And they were not alone. Kate’s parents and siblings also made the breakfast trip to the National Portrait Gallery – the Duchess’s first official outing since she handed out awards at a sports honors evening in December.
Her reaction to her portrait? “I thought it was brilliant,” Kate, who showed no sign of a baby bump in her burgundy Whistles dress, said at the reception.
She also thanked artist Paul Emsley, a Glasgow-born, South African-raised painter, while William pronounced the canvas – which happens to be located in the same gallery as a rendering of a naked David Beckham (it will soon be moved elsewhere) – “absolutely beautiful”
Kate sat for Emsley in two sittings last May and June, both at his studio in Bradford-upon-Avon, southwest England, and at Kensington Palace. Working from photographs he took, he spent 3½ months to create the painting.
He says Kate wanted “to convey her natural self as opposed to her official self. I was always aware of the fact that we would use the hair very much as a kind of a frame for the face, and not too much jewelry apart from the earring, to try to create something of her natural warmth, her natural serenity without too much busyness in the portrait.”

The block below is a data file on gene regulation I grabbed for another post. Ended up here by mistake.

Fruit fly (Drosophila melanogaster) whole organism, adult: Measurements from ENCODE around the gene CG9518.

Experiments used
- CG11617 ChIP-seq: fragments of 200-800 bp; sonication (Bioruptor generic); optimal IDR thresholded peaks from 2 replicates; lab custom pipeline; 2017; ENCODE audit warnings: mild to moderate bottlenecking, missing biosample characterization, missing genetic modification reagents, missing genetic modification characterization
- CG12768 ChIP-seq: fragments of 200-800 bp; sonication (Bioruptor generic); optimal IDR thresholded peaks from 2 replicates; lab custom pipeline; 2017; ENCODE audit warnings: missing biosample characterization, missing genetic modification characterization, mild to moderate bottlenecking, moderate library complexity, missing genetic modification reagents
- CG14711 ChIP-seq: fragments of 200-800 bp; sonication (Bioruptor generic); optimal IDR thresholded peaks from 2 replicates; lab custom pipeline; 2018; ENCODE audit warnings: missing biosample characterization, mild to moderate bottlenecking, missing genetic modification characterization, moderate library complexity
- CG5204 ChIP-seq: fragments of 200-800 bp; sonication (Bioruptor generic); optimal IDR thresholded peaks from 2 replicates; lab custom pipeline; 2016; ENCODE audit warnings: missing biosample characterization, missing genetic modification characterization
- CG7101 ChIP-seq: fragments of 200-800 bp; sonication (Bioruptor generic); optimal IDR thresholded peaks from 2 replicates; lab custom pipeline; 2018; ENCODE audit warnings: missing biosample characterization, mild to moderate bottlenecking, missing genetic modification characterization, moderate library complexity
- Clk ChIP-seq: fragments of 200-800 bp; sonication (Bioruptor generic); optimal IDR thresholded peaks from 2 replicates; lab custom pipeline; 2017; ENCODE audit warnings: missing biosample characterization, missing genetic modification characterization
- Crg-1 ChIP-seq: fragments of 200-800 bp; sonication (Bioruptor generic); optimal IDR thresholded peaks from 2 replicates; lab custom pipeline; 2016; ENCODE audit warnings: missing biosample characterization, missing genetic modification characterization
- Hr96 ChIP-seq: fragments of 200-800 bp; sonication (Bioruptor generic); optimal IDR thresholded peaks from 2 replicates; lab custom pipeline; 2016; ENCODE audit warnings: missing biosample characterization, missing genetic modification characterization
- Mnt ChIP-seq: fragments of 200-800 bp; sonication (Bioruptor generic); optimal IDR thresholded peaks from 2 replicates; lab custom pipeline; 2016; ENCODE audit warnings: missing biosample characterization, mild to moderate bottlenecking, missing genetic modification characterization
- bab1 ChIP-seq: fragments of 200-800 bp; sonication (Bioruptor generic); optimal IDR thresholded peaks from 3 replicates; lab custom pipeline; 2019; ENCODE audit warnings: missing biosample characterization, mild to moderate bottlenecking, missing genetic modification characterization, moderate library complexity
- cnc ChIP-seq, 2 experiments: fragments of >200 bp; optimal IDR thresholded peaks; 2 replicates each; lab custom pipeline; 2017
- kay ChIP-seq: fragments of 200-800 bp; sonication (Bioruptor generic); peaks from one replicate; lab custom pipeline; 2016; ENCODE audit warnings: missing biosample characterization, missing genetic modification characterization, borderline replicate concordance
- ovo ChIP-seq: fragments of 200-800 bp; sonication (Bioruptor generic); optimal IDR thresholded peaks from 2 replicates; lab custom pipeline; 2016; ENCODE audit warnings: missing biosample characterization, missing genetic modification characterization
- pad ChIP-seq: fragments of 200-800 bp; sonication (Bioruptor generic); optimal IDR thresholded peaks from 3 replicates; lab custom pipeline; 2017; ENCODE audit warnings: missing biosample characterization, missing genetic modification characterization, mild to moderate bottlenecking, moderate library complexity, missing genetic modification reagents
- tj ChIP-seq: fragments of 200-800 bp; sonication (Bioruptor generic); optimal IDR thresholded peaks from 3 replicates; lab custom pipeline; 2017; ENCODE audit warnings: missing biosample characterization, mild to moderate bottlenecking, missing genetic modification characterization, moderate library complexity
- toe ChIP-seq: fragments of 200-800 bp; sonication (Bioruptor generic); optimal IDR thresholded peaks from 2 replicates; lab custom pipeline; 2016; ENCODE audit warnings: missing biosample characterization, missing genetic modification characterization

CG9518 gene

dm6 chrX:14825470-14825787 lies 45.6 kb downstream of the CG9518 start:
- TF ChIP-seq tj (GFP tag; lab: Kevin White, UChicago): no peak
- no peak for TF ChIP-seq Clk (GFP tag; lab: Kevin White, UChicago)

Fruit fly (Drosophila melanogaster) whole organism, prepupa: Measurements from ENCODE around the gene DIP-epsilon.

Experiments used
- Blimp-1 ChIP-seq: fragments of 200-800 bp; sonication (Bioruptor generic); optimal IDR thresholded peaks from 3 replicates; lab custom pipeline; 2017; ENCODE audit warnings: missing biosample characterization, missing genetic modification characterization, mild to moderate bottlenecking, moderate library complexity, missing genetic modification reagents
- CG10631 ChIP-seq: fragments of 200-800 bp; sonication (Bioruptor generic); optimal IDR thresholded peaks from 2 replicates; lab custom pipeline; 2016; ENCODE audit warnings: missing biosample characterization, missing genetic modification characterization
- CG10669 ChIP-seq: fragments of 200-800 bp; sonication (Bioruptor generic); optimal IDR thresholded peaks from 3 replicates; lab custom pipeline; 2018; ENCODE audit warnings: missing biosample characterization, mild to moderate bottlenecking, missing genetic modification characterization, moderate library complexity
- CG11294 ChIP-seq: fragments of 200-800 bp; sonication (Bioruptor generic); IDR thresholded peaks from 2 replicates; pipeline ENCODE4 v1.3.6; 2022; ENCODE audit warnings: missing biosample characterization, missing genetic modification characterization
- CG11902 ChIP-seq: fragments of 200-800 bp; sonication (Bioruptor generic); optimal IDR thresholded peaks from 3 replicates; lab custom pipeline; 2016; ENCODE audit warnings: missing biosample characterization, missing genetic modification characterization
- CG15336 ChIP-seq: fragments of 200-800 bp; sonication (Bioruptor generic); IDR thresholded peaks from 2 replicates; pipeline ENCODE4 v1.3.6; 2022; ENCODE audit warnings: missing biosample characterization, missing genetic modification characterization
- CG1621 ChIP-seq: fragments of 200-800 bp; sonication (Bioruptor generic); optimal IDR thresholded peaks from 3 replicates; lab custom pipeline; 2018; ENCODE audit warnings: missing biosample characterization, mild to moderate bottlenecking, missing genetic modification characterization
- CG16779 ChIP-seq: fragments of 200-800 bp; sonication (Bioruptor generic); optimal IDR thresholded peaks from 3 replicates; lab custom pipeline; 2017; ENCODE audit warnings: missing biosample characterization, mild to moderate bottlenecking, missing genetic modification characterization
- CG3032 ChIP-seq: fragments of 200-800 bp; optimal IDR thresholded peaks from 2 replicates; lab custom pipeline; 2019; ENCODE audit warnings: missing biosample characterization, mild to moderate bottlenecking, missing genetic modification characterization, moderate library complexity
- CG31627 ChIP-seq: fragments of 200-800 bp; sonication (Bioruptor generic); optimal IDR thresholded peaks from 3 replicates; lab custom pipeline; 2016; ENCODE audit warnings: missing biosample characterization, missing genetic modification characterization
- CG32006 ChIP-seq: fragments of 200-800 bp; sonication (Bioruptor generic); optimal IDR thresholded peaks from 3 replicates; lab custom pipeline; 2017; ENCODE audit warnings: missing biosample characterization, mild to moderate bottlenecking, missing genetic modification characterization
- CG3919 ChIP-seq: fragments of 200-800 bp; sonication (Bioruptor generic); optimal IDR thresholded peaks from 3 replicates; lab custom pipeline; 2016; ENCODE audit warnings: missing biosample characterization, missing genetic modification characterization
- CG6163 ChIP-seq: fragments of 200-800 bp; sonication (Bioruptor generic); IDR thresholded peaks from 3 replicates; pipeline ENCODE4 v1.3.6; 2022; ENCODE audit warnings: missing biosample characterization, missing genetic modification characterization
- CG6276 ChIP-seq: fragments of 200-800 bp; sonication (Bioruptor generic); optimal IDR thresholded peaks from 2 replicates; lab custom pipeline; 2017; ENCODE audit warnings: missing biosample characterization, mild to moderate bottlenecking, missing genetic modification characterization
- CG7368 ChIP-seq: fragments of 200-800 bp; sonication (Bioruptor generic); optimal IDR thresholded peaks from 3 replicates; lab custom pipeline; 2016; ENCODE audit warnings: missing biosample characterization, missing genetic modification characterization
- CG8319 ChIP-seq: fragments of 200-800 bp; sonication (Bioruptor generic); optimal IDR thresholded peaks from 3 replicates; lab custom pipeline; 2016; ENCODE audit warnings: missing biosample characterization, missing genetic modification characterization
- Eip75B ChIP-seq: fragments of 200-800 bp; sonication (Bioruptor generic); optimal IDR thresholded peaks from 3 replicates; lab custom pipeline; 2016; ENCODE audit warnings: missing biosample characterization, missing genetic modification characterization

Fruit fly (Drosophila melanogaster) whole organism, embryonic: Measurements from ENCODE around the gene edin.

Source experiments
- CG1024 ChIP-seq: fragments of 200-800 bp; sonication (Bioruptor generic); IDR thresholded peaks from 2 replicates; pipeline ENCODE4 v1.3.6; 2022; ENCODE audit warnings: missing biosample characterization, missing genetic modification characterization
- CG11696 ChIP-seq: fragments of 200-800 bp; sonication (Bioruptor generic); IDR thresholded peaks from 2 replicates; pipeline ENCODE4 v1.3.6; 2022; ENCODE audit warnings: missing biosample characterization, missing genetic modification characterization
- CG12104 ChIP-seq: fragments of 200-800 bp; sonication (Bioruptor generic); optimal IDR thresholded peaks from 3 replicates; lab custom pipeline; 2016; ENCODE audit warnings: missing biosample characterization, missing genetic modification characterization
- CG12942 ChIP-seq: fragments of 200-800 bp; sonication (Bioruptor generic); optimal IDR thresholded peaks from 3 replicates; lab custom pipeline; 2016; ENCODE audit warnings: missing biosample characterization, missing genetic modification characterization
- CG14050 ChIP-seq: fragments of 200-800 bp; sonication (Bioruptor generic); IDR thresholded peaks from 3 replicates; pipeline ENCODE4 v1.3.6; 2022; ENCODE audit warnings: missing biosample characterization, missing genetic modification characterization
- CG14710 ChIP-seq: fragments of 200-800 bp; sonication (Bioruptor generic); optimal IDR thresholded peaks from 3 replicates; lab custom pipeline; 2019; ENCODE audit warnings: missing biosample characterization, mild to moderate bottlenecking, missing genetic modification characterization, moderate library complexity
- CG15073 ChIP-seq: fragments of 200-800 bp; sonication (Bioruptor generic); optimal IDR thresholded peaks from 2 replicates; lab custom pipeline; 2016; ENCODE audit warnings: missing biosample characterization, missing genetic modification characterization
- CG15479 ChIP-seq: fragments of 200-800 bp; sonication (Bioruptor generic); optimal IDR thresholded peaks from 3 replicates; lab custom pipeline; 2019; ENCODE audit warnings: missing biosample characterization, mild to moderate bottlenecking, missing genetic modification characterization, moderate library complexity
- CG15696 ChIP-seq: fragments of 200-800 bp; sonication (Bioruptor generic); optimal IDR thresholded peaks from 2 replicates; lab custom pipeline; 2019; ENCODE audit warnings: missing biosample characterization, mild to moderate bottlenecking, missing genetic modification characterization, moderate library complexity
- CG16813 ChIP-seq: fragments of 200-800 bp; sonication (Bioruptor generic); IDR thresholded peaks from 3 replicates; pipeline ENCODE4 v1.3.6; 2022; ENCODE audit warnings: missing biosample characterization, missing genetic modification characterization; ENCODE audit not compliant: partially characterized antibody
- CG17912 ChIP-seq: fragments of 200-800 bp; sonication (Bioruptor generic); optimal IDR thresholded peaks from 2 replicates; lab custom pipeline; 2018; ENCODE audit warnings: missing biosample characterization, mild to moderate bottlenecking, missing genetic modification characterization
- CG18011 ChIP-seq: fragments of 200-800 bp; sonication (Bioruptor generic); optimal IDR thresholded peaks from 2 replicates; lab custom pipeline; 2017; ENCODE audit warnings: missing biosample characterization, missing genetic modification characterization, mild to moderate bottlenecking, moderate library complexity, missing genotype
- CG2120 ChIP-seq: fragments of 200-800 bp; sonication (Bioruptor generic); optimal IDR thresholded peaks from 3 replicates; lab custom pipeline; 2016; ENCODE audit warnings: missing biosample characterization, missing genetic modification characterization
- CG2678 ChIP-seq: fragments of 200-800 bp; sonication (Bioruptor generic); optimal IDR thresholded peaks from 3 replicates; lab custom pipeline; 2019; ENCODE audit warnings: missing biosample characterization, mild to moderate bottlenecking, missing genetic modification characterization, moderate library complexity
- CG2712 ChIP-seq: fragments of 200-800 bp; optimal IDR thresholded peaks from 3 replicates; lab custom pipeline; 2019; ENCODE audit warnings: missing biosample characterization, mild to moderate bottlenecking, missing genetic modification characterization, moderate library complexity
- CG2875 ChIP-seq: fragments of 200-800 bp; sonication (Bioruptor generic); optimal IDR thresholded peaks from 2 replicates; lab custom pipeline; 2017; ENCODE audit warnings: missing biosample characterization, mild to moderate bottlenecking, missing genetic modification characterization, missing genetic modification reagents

He told PEOPLE, “If you are working with someone who has whose face is just a lovely face, it’s harder to find something in the portrait that gives it some sort of gravitas. In this case I’ve tried to do that with the smile and the dimples and the shadows around the face.”
Director of the National Portrait Gallery Sandy Nairne, called the painting “very direct, simple. Modern contemporary portrait.” As for the subject, “She was really positive about it,” and, as he told PEOPLE, “She seemed very well, terrific.”